By Jacob Katel
By Laurie Charles
By Nate "Igor" Smith
By Abel Folgar
By Kat Bein
By Jacob Katel
He's the son of Richard and Linda Thompson -- hence the no-shit CD review, because Teddy is the heir to more than three decades' worth of giddy accolades and piss-poor sales -- and dear ol' dad shows up on five of the debut's ten sing-alongs. But 24-year-old Teddy, who lacks his pop's guitar prowess and makes up for it by singing real pretty, might as well be the offspring of Jackson Browne and James Taylor, especially if he was conceived while For Everyman and Gorilla were playing on the hi-fi. After six listens (five of which were out of professional obligation; there damn sure won't be a seventh) it's still hard to tell whether that's a good or bad thing -- like it makes a difference anymore, since even their detractors begrudge them respect, which all good little whores gain upon surviving middle age. “Waaaaaake up, everybody's sleeping/Daylight has a way of creeping up when you're in love/When you're in looooove,” Teddy sings during the disc's opening moments, and it sounds as if he's napping; seems even the sound of Teddy's own voice knocks him out. Six times around and I still have no idea what he's on about. Then again it's hard to pay attention to the words when the music keeps lulling you to sleep.
Knocking Teddy for not sounding like his dad is like picking on Muhammad Ali's daughter for fighting like a girl. Richard is a scabrous songwriter, a hoarse singer, and a technical whiz on the guitar. Teddy is the polar opposite: a sentimentalist with a soft voice and a softer touch. Little wonder, then, that he hooked up with fellow son-of-a-rocker Rufus Wainwright for two songs (“Missing Children,” an aptly named co-write, and “So Easy,” a guest-vocals appearance that goes down, well ...), since both share a taste for the maudlin, the sticky sweet, and the big bland. The only difference is Rufus wants to be Van Dyke Parks or Randy Newman, while Teddy is content to pretend it's 1971 and he's Mud Slide Slim, without the smack habit to keep things interesting. The debut is produced by Joe Henry and features poptopian Jon Brion, which ought to keep sales down, and rumor has it Emmylou Harris guests. (When does she not?)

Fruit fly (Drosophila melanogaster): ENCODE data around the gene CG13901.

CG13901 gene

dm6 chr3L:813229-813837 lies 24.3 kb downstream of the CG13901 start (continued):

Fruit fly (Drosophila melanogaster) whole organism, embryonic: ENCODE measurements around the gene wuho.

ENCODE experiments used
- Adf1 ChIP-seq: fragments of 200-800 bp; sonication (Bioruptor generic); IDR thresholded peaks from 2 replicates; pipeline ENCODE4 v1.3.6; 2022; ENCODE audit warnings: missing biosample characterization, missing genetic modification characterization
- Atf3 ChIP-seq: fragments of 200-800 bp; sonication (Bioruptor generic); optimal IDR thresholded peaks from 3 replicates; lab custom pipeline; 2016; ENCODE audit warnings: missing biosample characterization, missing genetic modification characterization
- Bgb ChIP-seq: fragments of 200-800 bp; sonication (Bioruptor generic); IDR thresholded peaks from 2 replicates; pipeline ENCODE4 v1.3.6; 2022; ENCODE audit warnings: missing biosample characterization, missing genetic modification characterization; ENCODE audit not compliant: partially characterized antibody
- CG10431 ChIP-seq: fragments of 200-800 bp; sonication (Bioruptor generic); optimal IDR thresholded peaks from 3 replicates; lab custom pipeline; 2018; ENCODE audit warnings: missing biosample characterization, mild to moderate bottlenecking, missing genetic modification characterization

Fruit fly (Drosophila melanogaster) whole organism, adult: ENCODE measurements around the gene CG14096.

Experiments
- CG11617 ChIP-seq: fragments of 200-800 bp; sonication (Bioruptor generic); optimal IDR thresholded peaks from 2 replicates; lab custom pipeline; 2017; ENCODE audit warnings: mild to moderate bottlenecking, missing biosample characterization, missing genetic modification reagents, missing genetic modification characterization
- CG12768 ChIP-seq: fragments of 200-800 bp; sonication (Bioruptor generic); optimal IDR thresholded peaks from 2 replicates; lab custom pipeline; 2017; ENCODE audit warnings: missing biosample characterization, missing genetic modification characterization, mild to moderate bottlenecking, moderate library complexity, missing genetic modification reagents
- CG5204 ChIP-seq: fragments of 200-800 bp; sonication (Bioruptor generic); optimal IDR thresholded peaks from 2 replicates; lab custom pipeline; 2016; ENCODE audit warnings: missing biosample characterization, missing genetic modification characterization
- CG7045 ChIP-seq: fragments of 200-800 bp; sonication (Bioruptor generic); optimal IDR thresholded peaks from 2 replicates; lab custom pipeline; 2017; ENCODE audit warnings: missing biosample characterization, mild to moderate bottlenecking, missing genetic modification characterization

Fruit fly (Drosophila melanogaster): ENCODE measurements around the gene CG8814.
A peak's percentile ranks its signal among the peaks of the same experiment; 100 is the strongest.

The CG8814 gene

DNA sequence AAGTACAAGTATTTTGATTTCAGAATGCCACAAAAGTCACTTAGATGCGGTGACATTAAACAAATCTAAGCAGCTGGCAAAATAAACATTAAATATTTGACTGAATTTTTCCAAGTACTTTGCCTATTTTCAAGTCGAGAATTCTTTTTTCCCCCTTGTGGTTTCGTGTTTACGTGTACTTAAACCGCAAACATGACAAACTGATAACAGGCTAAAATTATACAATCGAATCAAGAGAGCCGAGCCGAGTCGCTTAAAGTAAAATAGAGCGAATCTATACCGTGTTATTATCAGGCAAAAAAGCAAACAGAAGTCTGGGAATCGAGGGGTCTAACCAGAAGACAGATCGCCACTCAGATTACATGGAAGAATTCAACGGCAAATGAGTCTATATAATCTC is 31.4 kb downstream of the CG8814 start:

Joe Jackson and Ben Folds lend four helping hands to the latest by Rickie Lee Jones, who at least earned her right to sound like a Seventies vestige (she is one, ya know). Her third album of covers (following 1983's ten-inch EP Girl at Her Volcano and 1991's Pop Pop) is her first release since the drowsy drecknotronica Ghostyhead in 1997, a disc so popular among the fanatics it's now out of print. This go-around the playlist includes not only jazz standards (“Someone to Watch Over Me,” “On the Street Where You Live”) but also the eclectic essentials, among them laconic versions of Traffic's “The Low Spark of High-Heeled Boys” and Steely Dan's “Show-Biz Kids,” the latter of which is essential if only for the moment when Jones and Jackson (sounds like a law firm) start snarling about how they “don't give a fuck about anybody else.” If she did it's doubtful Jones would cover Marvin Gaye (“Trouble Man”), which is like Sebastian Cabot doing Dylan -- a novelty, but very, very beside the point. But the disc closes on the highest low point possible, another Jackson-Jones duet: “One Hand, One Heart” from West Side Story, only proving that these two belong in the best piano bar in the world.